Barriers to eLearning in the Federal Government


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  • Welcome to our self directed learning environment!
  • We have based our asynchronous, self paced and self directed module on the principles of adult learning which posit that adults learn best when they are in control of their learning process and when learning is situated in a real life context. This philosophy is related to learning methodologies seen on the slide with evidence of use in our module.
  • We have created this module to support federal government workers and contractors in the learning field. Since the federal government is so large and diverse we have invented a mock agency Department of Government (DoG) to represent oft encountered challenges in developing e-learning programs.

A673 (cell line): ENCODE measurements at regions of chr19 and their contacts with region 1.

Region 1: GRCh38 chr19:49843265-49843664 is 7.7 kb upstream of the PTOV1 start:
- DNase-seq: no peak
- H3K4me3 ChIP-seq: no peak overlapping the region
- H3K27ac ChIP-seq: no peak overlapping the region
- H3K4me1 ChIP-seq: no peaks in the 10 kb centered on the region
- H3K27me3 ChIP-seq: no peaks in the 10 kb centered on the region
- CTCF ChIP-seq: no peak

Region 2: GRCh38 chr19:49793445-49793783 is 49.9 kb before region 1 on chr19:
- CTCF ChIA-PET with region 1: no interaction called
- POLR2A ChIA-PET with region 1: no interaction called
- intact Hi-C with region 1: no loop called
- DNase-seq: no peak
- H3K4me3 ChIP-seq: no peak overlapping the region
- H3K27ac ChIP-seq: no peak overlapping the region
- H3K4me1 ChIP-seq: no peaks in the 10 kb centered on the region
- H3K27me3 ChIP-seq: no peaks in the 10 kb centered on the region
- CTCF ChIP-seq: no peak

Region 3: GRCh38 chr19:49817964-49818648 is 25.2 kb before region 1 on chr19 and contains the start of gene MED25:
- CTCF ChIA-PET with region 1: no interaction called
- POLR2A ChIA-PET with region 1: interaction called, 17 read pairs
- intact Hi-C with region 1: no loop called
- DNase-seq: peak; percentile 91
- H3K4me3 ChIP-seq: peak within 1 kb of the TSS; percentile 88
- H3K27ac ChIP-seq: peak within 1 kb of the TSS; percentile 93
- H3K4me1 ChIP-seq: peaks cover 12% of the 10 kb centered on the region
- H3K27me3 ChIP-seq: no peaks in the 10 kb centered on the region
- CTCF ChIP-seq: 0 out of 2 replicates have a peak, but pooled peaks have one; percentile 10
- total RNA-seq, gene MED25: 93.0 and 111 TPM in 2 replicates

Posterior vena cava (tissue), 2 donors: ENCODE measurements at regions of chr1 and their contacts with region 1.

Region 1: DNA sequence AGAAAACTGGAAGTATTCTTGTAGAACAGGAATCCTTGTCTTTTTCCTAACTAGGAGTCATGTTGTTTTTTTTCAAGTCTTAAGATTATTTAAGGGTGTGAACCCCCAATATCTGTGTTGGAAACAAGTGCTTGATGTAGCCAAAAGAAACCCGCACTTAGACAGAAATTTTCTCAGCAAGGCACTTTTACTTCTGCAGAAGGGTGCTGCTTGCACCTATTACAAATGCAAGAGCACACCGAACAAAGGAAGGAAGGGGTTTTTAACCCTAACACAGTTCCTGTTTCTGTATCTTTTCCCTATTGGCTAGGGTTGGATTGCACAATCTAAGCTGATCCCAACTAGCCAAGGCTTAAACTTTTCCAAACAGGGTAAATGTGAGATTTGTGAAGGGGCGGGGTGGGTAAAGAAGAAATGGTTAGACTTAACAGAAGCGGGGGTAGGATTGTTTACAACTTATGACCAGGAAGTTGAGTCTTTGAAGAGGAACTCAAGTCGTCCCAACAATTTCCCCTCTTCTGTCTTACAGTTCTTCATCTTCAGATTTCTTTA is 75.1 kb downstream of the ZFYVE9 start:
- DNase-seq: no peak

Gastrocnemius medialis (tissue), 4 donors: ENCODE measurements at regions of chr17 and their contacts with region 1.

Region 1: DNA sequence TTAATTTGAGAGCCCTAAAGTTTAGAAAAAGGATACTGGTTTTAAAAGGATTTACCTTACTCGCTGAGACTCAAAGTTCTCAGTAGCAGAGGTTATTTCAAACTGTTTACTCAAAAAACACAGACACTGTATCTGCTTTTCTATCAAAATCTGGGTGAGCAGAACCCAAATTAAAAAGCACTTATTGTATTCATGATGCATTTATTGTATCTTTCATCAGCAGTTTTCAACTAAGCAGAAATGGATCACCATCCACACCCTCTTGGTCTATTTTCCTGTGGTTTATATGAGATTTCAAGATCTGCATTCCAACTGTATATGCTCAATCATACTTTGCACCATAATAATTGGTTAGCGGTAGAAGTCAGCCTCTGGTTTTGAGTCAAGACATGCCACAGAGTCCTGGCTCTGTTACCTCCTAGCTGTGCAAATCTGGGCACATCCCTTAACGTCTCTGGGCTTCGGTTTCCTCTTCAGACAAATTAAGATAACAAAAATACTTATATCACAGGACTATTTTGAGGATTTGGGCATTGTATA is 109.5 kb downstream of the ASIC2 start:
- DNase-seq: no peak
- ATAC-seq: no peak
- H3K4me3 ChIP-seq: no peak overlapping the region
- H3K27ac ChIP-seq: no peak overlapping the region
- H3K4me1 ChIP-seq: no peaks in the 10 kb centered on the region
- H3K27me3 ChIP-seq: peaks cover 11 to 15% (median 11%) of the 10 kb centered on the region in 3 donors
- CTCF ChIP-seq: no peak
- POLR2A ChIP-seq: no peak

• There is little research done on barriers to e-learning specifically in the federal government. However, some research has been done on e-learning barriers in other sectors, mostly higher education. Certain patterns emerge and are intensified in the public sector which has particular needs for security, accessibility, and professional development of employees.
  • Our learning objectives are largely dependent on learner motivation and engagement since there is no evaluation of performance.
  • We’re employing a variety of instructional techniques throughout the eLearning module, specifically around scenario based problems in our mock agency.
  • We provide learners to links to a variety of tools and resources. In the interest of space, we embedded only a few videos and presentations.
  • Using the fictional agency Department of Government also known as DoG, we present the learner with a number of obstacles frequently faced by instructional designers who build training for Federal government employees. Based on our research we categorized barriers in major and sub-categories.